If Only It Were That Simple
The steel columns that form the skeleton of a tall building have been engineered to support a lot of weight.
Your spine’s job isn’t so simple. Like a steel column, it has to support weight – but it also has to allow for movement.
As cities around the world compete to build ever-higher skyscrapers, it’s clear we’ve come a long way in our engineering knowledge from the days of the Roman aqueduct. Still, even with our advances in engineering, we’ve only taken baby steps toward understanding the design genius of the vertebral column. Or how and why things can go wrong.
One aspect of spinal engineering is particularly important to the practice of chiropractic – the flow of motion from one spinal segment to another. We call it joint play. (Or if you want to get technical, you could call it paraphysiological joint motion.)
If the bones of your spine were stacked up like bricks to support your body weight, any movement you tried to make would require bone scraping along other bone. Ouch.
Instead, you’ve got joint space between each pair of bones to allow for mobility, and a system of stiff ligaments strapping the whole thing together to control and limit movement.
The amount of movement between any pair of vertebrae is minimal – just a few degrees of rotation or a few millimeters of glide. Larger movements occur because the motion of one segment is linked to the motion above and below. Then voila! – the spine can twist and bend like a master yogi.
How can this system go astray?
Trouble occurs when you lose the normal joint play between neighboring vertebrae.
This limits the movement available at a particular segment. It may or may not measurably affect your overall range of motion, since joints above and below can make up the difference. But if you’ve lost some of your joint play, it guarantees four things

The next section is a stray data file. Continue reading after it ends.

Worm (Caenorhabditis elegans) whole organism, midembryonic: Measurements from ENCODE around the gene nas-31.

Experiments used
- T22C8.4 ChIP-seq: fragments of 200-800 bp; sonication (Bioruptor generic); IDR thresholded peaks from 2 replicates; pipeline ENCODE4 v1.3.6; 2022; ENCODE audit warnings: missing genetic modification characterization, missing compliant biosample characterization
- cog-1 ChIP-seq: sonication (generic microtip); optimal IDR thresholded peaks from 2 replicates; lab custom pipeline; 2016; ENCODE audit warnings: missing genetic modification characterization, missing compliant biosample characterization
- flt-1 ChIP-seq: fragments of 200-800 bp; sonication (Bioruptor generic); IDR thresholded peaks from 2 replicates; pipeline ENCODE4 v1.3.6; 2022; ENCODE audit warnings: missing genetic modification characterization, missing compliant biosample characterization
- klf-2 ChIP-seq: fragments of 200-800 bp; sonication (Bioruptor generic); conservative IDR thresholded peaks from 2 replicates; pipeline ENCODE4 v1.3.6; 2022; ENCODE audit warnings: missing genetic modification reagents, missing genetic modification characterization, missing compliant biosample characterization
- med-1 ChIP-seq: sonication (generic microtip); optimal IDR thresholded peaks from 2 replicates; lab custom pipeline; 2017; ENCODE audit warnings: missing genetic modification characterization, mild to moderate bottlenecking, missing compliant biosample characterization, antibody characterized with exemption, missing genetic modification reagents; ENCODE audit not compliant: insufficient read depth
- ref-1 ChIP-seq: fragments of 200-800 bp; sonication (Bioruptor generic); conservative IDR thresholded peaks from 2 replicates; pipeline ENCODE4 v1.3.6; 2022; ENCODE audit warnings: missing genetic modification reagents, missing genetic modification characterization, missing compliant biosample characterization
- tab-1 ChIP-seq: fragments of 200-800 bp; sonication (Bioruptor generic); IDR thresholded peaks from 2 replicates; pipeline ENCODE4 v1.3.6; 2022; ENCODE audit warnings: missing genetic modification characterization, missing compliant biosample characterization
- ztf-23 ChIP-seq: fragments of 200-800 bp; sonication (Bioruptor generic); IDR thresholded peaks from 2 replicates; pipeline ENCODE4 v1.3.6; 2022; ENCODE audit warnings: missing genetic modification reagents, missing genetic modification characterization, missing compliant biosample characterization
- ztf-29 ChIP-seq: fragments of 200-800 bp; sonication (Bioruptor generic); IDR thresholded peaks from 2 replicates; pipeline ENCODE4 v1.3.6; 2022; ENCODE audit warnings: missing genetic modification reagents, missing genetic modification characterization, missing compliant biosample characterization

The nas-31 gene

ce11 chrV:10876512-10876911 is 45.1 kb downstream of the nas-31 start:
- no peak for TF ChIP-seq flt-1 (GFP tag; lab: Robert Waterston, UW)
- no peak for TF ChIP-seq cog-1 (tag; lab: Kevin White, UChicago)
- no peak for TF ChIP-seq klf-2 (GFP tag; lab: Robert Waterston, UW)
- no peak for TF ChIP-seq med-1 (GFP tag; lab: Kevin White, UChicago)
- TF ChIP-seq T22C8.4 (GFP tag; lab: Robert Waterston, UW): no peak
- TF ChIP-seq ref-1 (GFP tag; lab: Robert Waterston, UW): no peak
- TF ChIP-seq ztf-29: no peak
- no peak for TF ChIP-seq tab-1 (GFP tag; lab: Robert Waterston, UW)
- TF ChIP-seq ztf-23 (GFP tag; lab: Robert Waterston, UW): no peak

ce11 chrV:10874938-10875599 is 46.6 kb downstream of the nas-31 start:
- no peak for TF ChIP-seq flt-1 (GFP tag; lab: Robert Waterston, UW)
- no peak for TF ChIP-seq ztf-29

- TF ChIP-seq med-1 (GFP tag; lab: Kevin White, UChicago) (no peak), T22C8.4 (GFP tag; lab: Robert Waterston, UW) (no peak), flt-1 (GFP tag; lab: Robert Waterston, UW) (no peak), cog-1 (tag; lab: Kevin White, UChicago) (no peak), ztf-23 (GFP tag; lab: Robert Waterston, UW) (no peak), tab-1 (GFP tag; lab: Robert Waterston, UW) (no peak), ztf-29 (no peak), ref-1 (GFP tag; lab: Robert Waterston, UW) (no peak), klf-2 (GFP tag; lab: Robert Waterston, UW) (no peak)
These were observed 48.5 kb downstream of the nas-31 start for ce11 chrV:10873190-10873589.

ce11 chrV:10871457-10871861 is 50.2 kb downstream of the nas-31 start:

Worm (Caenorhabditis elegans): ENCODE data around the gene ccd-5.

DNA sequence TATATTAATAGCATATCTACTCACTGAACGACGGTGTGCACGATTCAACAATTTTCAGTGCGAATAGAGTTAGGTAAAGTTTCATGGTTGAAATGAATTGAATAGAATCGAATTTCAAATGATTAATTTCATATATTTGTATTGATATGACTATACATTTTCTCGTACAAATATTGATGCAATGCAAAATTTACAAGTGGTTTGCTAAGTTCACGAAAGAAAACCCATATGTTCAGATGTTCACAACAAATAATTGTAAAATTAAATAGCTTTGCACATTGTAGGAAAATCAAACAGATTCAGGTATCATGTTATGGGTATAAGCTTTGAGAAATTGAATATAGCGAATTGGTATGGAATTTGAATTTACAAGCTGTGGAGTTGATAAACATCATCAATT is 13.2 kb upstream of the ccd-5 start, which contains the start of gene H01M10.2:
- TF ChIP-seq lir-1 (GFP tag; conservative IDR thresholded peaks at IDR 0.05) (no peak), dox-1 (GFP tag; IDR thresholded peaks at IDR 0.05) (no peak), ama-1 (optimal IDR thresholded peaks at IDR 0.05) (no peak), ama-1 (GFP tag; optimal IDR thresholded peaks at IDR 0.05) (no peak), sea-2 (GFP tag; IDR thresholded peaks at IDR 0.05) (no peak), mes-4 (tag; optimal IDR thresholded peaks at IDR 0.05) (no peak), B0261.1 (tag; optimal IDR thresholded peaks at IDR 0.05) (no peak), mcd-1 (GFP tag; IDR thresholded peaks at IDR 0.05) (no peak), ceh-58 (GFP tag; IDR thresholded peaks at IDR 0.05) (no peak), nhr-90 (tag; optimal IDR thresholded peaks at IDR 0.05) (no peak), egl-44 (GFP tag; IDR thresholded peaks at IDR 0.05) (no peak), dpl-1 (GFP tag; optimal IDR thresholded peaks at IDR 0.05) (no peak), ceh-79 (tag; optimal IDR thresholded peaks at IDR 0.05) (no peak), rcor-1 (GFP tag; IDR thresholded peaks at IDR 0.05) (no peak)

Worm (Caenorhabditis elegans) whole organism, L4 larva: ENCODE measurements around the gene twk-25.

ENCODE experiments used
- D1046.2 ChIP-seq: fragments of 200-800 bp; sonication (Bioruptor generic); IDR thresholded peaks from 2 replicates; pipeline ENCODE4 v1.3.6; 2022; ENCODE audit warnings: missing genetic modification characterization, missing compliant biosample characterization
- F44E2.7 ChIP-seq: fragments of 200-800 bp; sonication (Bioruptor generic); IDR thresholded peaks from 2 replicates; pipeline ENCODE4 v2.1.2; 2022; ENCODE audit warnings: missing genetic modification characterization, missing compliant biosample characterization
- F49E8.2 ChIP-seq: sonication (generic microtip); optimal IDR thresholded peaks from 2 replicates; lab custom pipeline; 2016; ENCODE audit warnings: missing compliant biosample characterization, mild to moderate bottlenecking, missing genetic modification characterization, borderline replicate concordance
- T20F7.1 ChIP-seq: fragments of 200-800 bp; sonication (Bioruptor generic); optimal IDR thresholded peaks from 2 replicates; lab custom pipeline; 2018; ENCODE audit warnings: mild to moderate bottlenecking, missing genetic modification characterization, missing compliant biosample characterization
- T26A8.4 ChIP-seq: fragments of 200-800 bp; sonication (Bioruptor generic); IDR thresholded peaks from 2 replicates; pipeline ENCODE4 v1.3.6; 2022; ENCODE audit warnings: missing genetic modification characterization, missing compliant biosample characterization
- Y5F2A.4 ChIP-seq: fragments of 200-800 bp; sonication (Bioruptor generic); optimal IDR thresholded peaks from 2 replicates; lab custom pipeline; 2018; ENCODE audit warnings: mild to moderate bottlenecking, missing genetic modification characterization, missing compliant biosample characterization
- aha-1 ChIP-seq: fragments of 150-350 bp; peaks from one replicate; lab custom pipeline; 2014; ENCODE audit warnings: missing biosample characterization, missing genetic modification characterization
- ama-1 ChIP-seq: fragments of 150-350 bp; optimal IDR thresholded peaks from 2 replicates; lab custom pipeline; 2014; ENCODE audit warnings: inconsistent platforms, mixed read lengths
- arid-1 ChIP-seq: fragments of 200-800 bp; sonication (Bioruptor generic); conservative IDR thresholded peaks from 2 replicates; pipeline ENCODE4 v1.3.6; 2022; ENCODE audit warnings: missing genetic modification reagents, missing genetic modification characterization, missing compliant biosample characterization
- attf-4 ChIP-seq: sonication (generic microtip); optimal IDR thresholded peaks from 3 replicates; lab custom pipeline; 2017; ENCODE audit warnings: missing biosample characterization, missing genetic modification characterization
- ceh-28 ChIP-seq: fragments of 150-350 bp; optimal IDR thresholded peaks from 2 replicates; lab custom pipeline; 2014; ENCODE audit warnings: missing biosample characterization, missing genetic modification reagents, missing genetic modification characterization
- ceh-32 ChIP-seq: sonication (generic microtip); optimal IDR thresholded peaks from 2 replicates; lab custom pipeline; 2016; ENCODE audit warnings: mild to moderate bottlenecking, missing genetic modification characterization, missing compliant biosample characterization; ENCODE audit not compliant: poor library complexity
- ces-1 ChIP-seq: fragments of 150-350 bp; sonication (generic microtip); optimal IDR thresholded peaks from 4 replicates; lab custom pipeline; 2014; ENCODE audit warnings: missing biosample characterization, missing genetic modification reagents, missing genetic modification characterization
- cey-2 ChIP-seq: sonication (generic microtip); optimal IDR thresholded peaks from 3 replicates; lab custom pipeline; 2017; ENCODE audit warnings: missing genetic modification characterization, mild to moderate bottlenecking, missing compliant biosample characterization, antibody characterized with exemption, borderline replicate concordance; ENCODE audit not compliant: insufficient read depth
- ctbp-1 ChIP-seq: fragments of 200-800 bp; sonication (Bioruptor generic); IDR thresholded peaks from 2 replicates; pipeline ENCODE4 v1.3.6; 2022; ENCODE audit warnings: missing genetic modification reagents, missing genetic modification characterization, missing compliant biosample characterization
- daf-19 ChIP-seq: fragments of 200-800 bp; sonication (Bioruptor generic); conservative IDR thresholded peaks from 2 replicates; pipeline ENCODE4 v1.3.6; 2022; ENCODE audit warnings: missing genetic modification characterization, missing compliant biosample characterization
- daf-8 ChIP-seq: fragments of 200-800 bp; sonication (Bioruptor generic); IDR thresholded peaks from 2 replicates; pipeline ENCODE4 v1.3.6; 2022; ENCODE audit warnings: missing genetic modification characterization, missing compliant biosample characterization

- The spinal movement that does occur is less efficient.
- Your muscles have to work harder to accomplish the same purpose.
- The joints above or below the blocked area will be at risk of developing arthritis because of the extra wear and tear.
- Your nervous system, which constantly monitors joint and muscle activity, will be on alert.
What causes loss of joint play?
Trauma, lack of use, and repetitive stress all take a toll on the system of spinal joints.
Trauma. Most of us have been in some type of auto accident at one point or another. Even a minor fender-bender sends shock waves through your spine. Sports activity can jar your spine too. And there are many smaller jolts you get along the way that all contribute to joint degeneration.
Lack of use. A sedentary lifestyle won’t give your spinal joints the regular workout they need to remain supple. If illness forces you to spend extra time in bed, your spinal joints also suffer. And long car or plane rides can be bad news too.
Repetitive stress. If your job requires lifting, bending, or twisting, you’re putting stress on your spine. Other repetitive loads include running or using power equipment. And there’s a subtle cause of repetitive stress that you might overlook – poor posture.
Specific spinal segmental manual therapy (the bread and butter of chiropractic) is the treatment of choice to restore normal intervertebral joint play. It’s fair to say that it’s one of the prime gifts that chiropractic offers to advance the science of health care.
The effects of a good spinal adjustment can be immediate – helping alleviate pain and movement limitation.
Or the effects can be subtle and apparent only over time.
But with effective spinal care, your system will work better and you’ll enjoy more robust health.
What’s the Secret to a Good Adjustment?
It’s not the crack.
It’s the effect – restoring normal joint play.
In the ideal situation, I can palpate improved joint play as the immediate result of the adjustment. That makes me happy, because I know I’m doing my job.
But often it’s harder to feel an immediate change. Then I have to look for indirect signs, or wait to see how a patient responds to a series of adjustments.
In either case, effective chiropractic adjustments are a scientifically established method of treating spinal pain and movement limitation.